Friday, March 21, 2014
A federal judge in Kansas ruled on Wednesday that federal election authorities must help states enforce their own voter registration laws, even if they differs from federal rules. Now, 10,000 Kansas voters and 2,000 Arizona voters will have their voting rights suspended until they can prove their citizenship to the state. To help us break down the case and it's implications is Kareem Crayton. He's a professor of law at the University of North Carolina, specializing in voter's rights. Also joining the program is Chris Kobach, Kansas Secretary of State.
Wednesday, January 22, 2014
A bipartisan group of lawmakers have introduced a new bill that takes up some of the issues identified in the Supreme Court’s June decision in Shelby Counter v. Holder. Joining The Takeaway to explain the aspects of the new bill are Erin O’Brien, Associate Professor of Political Science at the University of Massachusetts Boston, and Todd Zwillich, The Takeaway's Washington Correspondent, who has been following the politics behind the proposed update to the Voting Rights Act.
Tuesday, November 05, 2013
By Fred Mogul : Reporter, WNYC News
Voters have reported problems at more than 40 different sites around New York City, mostly from malfunctioning scanning machines and confusing directions given by poll workers.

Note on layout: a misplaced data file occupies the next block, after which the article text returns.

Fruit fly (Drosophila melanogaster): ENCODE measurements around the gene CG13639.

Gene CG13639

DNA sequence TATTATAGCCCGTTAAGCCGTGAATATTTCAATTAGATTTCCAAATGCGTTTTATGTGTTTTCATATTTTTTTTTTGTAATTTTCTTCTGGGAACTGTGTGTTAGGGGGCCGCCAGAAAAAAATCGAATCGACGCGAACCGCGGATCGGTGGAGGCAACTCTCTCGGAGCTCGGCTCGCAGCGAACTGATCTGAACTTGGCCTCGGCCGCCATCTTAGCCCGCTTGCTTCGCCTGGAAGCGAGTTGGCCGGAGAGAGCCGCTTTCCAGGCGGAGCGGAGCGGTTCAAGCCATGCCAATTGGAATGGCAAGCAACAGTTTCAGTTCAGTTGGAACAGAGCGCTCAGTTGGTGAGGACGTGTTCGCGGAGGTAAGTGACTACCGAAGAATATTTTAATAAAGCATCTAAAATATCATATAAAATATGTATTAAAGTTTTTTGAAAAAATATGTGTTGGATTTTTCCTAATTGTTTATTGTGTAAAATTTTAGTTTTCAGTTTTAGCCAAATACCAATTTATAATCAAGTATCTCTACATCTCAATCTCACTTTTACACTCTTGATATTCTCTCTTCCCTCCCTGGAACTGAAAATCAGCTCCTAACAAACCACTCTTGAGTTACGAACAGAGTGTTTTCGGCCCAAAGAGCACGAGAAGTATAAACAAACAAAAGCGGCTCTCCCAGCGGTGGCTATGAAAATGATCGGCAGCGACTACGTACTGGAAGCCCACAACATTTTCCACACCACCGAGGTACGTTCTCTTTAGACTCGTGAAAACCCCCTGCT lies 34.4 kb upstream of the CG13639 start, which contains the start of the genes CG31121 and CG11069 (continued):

Tuesday, November 05, 2013
Besides voting for Mayor or Governor, how did you vote in other contests or on the ballot initiatives?
Monday, November 04, 2013
Today’s program is all about direct democracy for tomorrow’s election day in our area. Milly Silva, Democratic candidate for lieutenant governor of New Jersey, and Thomas Bracken of NJ’s Chamber of Commerce, debate the proposed minimum wage hike in the state. Then, a look at a proposal to raise the mandatory retirement age for certain judges; the question of expanding casino gambling in New York State; land swaps in the Adirondacks; and what creates these constitutional issues in the first place? Plus: the story of Brooklyn’s Blue Marble Ice Cream and their work in Rwanda.
Thursday, October 17, 2013
What do you have to say about elections in which you actually have no voice? Do New Yorkers have thoughts about NJ elections? And vice versa? Are you a New Yorker obsessed with Chris Christie? Or are you from Long Island, but want to vote for NYC mayor?
Give us a call 212-433-9692 or post below.
Tuesday, October 08, 2013
By Jenny Ye : WNYC Data News
Deadline Alert! Friday, October 11 is the last day to register to vote in the November 5 general election. Friday is also the deadline if you want to change your party affiliation for the 2014 state and federal primary elections. You must be affiliated with a party to vote in that party's primary election. Here's everything you need to know about registering to vote in New York City.
Friday, October 04, 2013
This week, the United States Department of Justice sued North Carolina over the state's restrictive new voting law. Among other things, the law requires voters to use special government IDs, cuts back on early voting, and eliminates same day voter registration. Michael Tomsic is a reporter for WFAE in Charlotte, North Carolina and Kareem Crayton is a professor of law at the University of North Carolina law school.